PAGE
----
Can we talk about the fact that in some countries, miscarriages are investigated?
If this new legislation in Poland becomes law, doctors could be investigated if women under their care miscarry. After all, harming a fetus in any way, even to save a mother’s life, would be a crime meriting jail time. In order to enforce the law, hospitals would have to ensure that doctors did not do anything to complete a miscarriage already in progress or induce a miscarriage in women with other life-threatening conditions. And that means treating miscarriages as suspect.
Here in the U.S., where women in many states are already prosecuted for self-induced abortions, the idea that miscarriages might be investigated is not a stretch.
Can we talk about what such investigations might look like?
When Carmen Guadalupe Vasquez was rushed to hospital after giving birth to a stillborn baby boy, the doctors first treated her life-threatening bleeding and then called the police who handcuffed her to the bed.
In El Salvador, where all abortion is illegal and emergency wards are turned into crime scenes, the confused, weak and desperately ill 18-year-old maid was placed under investigation for terminating her pregnancy and driven away in a police van.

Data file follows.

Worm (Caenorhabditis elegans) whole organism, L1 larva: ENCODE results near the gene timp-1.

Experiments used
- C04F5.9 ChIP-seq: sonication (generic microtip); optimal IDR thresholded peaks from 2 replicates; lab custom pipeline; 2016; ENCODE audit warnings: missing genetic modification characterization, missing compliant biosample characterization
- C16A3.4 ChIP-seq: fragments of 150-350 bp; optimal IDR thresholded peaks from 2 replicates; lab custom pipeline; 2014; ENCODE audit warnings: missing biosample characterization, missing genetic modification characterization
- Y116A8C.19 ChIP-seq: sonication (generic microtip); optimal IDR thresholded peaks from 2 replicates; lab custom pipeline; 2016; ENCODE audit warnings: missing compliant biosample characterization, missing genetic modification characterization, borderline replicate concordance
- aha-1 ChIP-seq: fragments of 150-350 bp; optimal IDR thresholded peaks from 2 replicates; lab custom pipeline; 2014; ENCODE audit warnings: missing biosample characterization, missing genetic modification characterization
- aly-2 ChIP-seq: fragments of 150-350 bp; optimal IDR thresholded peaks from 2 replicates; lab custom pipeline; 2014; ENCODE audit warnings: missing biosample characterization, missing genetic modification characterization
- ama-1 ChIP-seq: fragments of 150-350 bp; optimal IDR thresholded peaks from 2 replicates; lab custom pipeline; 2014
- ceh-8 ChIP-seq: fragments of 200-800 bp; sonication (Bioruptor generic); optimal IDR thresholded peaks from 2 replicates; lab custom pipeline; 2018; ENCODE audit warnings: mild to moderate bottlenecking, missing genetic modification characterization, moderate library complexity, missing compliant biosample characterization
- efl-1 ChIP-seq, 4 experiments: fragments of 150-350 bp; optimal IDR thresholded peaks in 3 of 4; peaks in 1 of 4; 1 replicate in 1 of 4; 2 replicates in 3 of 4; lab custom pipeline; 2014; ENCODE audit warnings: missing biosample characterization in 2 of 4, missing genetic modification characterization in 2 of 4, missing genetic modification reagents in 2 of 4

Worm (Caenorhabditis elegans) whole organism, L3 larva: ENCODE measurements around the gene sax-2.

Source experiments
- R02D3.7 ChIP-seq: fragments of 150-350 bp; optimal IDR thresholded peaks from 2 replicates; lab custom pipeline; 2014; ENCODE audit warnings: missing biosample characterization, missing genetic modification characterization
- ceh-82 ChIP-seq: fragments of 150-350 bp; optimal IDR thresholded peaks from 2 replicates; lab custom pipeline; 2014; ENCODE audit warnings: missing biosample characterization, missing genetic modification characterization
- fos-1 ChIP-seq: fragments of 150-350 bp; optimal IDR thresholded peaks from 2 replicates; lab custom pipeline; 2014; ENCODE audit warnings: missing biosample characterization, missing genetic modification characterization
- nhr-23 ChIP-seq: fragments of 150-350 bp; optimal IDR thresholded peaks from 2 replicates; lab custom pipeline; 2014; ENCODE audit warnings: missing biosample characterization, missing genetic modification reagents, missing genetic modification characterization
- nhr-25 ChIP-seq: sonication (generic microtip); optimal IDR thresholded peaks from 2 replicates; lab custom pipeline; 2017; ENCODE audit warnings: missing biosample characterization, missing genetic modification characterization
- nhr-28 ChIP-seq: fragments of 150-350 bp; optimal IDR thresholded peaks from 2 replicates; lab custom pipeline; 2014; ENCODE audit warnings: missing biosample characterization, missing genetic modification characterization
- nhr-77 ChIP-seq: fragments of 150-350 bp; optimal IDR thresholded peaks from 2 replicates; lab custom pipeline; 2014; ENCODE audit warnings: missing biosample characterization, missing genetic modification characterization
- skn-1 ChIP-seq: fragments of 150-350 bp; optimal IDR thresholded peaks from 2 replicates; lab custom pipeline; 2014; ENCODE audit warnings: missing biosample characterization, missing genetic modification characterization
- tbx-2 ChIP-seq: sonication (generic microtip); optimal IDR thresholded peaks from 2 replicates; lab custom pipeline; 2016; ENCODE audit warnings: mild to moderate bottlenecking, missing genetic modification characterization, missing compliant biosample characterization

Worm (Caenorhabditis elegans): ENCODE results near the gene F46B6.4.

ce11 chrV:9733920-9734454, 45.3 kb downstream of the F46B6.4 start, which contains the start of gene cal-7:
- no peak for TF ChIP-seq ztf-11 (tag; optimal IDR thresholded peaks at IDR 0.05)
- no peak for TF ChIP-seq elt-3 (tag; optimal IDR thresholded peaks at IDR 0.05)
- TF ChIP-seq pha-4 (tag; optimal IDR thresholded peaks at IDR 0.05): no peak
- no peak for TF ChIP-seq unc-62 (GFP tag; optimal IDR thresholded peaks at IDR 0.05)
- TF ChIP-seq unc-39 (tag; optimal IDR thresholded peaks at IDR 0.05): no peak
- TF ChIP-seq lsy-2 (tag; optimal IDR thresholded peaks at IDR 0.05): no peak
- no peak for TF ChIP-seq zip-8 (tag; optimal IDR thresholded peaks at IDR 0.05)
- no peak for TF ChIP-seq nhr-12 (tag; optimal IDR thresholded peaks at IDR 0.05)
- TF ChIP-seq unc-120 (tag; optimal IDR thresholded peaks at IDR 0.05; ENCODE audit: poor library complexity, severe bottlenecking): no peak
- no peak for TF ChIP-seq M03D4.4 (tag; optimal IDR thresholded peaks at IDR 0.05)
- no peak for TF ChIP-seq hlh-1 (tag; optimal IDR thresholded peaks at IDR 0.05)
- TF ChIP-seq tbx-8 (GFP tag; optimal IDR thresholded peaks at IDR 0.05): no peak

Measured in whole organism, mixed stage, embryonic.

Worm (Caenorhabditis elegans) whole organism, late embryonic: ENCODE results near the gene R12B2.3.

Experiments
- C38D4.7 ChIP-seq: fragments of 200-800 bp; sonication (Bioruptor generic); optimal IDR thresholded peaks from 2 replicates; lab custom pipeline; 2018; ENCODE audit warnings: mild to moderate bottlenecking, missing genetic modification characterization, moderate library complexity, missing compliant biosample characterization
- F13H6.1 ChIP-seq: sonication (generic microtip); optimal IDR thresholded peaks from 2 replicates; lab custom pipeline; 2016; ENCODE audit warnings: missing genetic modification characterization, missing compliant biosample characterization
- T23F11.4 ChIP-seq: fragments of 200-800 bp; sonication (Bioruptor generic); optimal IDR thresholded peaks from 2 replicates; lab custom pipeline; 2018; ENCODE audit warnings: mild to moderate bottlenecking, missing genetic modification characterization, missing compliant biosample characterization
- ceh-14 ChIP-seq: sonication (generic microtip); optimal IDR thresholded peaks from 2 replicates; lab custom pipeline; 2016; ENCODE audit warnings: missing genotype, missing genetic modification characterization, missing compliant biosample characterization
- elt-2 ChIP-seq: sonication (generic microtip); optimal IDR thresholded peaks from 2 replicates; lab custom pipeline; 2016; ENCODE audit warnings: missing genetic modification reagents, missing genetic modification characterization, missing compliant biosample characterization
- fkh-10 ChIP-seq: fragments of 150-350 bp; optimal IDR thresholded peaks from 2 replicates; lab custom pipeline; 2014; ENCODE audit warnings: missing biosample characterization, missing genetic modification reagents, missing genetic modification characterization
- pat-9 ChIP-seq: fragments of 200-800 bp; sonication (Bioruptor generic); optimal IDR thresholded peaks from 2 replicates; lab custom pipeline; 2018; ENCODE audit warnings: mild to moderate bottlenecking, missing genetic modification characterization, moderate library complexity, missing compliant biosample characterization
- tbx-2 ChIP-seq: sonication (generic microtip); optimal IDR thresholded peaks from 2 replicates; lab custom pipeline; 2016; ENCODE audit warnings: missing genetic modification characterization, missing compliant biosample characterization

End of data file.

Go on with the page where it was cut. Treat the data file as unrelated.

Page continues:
After prosecutors declared that the foetus could have lived, they upgraded the charges to aggravated homicide. Despite Miss Vazquez’s insistence that she had done nothing to harm her unborn child, she was sentenced to 30 years in prison after a cursory prosecution case was laid out.
Before anyone suggests that couldn’t happen here, please note that it already has.
El Salvador’s abortion regime has consequences.
Suicide was the most common cause of death in 2011 among 10-to-19-year-old girls, half of whom were pregnant, according to Health Ministry figures.
It was also the third most common cause of maternal mortality.
All of this may seem extreme, but in some sense it is only the natural consequence of banning abortion. In a world where abortion is illegal, miscarriages are automatically suspect. In fact, in a world where fetuses are considered legal persons, every miscarriage of necessity has to be investigated, just as every death is, to determine whether it was natural or whether foul play was involved. Because abortions are simply induced miscarriages, telling the difference between a spontaneous and induced miscarriage is not always be easy.